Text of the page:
In Memoriam Geoff Carter

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Geoff Carter, 1948 – 2021

Sven Gottfriedsson
Groups: Blackpool
Beaumaris, 1983

Geoff joined the Norse Film and Pageant Society (as it was then) in 1976, and founded the Blackpool Sveiter. This fairly quickly became one of the larger groups in the society, and as a result there were several training events and shows organised in the area including on the beach or in the sand dunes, and in Stanley Park.

Having led Blackpool successfully, Geoff was asked to take over the leadership of the society when Gerry East stepped down in 1982. Membership at this time is thought to have been around 150.

Geoff in the late 70s

Geoff was a slight figure, usually seen with a dane axe which was taller than he was, and like many of the Blackpool group at that time much of his kit was black, or leather covered in studs, or both. Having emerged from the time when authenticity was a concept still to be invented, the initial stirrings of a move to improve the accuracy of our portrayals from about 1983 onwards initially didn't sit well with Geoff, who believed that re-enactment should be fun and that imposing rules and restrictions on members would be counter-productive. Among several other things, this led to the departure of the Wessex group under Kim Siddorn to form Regia Anglorum at the beginning of 1986, which at the time reduced the society membership by about a quarter.

Beaumaris, 1983

In the first half of the 80s, fragmentation in Viking-period re-enactment outside of the NFPS was very common, with many small independent societies around the country who had differing ideas of what was right and how to do it. These groups had split due to personal differences, then split again, and eventually there were over 50 small groups typically with less than 10 members each. Larger events organised by one of these groups frequently needed help from many others, and so they began to come together to try to work out some common aims and rules, which gave birth to the Federation of Dark Age Societies (FoDAS). This was seen as our direct competitor, and in some cases they got better events than us, and as a result a few groups also joined FoDAS directly to be able to do both. In time, this led to a suggestion that the whole society should join FoDAS, which was initially resisted, but eventually Geoff was persuaded that membership could be to our advantage, and that it could bring many more people into the society. Having proposed this at the Althing in 1989, the society agreed to join. The impact of this was fairly immediate, with a few members deciding that their time in the society had come to an end, and then over the following 12-18 months it became apparent that FoDAS itself was coming to an end as the smaller societies dwindled or applied for membership of the NFPS or Regia.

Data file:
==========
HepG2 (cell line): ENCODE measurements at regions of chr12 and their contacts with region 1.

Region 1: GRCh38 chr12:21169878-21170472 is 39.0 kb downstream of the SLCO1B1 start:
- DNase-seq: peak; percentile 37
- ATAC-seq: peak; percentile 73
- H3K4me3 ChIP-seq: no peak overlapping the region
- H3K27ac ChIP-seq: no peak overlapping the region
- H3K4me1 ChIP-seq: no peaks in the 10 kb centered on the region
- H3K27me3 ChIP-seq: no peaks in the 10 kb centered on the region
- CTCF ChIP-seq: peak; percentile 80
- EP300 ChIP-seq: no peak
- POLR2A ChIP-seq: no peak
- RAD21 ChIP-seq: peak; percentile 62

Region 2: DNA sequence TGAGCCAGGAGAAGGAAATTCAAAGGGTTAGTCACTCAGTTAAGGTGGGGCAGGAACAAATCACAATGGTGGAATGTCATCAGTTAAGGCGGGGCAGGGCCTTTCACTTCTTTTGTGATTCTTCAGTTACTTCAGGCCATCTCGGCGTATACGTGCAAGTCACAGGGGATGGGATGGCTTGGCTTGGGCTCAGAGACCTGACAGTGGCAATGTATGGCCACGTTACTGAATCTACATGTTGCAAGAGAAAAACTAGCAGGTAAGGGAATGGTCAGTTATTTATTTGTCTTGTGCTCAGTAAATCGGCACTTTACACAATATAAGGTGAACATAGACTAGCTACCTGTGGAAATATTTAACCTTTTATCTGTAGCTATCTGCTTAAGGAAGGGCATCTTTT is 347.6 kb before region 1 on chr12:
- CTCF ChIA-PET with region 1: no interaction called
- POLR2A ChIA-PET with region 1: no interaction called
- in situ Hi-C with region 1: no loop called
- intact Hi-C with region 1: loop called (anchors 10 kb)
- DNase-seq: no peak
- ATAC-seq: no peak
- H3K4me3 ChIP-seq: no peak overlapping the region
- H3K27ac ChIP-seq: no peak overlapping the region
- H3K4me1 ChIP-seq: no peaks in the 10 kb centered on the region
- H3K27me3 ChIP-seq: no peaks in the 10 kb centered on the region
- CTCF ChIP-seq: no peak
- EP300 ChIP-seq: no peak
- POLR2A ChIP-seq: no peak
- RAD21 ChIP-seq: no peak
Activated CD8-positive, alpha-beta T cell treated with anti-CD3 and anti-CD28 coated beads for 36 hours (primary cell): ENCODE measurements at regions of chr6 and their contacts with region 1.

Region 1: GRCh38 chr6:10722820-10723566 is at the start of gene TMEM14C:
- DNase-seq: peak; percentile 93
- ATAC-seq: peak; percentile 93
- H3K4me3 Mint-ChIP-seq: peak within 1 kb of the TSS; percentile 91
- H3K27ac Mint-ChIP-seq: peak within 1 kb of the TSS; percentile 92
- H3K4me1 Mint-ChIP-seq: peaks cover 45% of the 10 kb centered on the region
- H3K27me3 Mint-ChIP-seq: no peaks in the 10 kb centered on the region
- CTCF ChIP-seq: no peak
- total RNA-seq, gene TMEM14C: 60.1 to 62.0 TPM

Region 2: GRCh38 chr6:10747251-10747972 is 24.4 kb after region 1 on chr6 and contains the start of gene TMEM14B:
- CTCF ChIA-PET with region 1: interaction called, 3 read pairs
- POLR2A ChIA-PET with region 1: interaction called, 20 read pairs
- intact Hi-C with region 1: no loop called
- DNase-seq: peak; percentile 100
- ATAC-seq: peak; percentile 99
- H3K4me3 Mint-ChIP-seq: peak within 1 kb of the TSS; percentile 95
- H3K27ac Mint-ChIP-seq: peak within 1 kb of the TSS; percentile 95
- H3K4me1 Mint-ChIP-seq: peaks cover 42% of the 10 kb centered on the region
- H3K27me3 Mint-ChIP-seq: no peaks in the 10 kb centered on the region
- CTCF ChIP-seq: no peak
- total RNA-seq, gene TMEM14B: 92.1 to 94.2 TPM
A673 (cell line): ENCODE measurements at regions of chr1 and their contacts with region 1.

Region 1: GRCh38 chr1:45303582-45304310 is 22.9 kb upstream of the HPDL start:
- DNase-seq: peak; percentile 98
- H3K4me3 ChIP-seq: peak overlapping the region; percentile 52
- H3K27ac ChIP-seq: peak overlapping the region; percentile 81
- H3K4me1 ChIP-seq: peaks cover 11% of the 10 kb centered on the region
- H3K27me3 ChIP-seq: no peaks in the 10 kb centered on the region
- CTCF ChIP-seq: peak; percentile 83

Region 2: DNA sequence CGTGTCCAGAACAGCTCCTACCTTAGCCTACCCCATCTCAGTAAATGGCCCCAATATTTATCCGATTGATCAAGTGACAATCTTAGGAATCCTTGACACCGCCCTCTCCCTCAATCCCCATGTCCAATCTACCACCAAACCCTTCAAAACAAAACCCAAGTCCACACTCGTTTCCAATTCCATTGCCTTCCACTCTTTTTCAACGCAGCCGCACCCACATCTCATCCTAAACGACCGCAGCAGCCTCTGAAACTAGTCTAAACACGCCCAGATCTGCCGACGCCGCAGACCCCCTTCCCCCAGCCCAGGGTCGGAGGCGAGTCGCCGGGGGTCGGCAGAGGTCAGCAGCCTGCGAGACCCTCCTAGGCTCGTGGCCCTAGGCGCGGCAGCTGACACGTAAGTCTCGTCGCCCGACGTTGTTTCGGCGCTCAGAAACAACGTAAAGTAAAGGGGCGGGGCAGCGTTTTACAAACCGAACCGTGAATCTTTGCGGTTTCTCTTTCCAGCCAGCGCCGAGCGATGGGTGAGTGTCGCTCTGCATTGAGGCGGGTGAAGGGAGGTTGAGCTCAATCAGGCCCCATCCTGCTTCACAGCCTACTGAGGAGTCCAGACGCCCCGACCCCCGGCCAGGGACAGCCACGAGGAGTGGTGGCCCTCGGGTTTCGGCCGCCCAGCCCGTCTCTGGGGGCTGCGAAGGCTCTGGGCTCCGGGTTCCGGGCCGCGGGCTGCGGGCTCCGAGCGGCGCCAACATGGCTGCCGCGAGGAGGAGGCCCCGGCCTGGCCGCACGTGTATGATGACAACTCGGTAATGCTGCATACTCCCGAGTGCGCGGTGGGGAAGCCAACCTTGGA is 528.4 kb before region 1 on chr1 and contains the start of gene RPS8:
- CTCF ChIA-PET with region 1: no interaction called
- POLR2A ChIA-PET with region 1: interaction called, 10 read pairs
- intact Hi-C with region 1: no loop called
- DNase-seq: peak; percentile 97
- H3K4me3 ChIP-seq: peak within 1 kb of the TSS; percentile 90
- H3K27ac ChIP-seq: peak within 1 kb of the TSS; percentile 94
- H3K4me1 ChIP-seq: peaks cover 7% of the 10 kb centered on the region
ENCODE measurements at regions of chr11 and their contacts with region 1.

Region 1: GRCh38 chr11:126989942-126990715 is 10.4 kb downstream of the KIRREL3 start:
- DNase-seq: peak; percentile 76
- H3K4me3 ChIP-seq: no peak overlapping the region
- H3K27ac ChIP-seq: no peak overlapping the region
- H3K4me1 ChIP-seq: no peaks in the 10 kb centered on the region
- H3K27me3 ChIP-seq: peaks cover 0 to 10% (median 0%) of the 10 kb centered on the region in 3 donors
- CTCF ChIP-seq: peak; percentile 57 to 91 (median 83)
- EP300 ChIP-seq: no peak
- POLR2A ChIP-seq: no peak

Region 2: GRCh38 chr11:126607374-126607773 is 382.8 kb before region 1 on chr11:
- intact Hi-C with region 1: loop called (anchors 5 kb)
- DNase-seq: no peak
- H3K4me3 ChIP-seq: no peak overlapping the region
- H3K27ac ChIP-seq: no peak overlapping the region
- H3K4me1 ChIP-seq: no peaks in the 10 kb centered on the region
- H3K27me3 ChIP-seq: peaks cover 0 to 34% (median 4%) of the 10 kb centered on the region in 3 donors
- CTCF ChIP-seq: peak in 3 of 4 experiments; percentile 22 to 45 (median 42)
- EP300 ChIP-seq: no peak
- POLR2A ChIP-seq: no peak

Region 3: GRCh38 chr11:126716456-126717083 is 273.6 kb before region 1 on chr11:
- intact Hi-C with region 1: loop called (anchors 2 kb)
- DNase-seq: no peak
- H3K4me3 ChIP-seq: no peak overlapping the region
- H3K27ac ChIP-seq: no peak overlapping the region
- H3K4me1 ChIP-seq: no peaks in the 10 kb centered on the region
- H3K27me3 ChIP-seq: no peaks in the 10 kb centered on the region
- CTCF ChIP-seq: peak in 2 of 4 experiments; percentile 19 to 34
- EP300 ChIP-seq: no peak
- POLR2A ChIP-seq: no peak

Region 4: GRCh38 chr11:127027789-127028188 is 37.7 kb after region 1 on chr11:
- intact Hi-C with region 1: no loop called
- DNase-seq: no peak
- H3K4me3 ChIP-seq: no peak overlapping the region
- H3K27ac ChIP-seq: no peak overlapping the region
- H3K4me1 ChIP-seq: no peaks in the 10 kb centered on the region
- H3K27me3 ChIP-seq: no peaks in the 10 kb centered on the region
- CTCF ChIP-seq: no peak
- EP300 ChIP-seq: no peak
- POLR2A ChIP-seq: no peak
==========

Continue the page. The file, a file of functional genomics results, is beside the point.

Having seen somewhat belatedly that authenticity was the way forward, Geoff threw himself into improving the society. His own kit had to change, but replacing a set of equipment gathered over 10+ years couldn't be done instantly. Incremental changes were made, and across the board the level of accuracy began to rise, while a growing interest in doing more than just fighting saw the first signs of a living history encampment and craft displays.

Geoff stepped down as Chieftain in 1990, handing over to Chris Robinson from Danelaw. Geoff's involvement in re-enactment was then very limited due to personal circumstances, though it was rekindled as an honoured guest at a number of Jomsvikings events in Europe.

Geoff in 2003 at a Jomsvikings event

Footage of Geoff being interviewed for the BBC's Saturday Superstore programme from 1986 is available in the archives. He was a charismatic man who spoke well, and the video shows that even at a time when authenticity was still to take off, the effort expended in creating belt buckles, helmets and other items of equipment was significant, and the results are occasionally surprisingly good to modern eyes expecting horns and fur.

Geoff Carter grave.jpg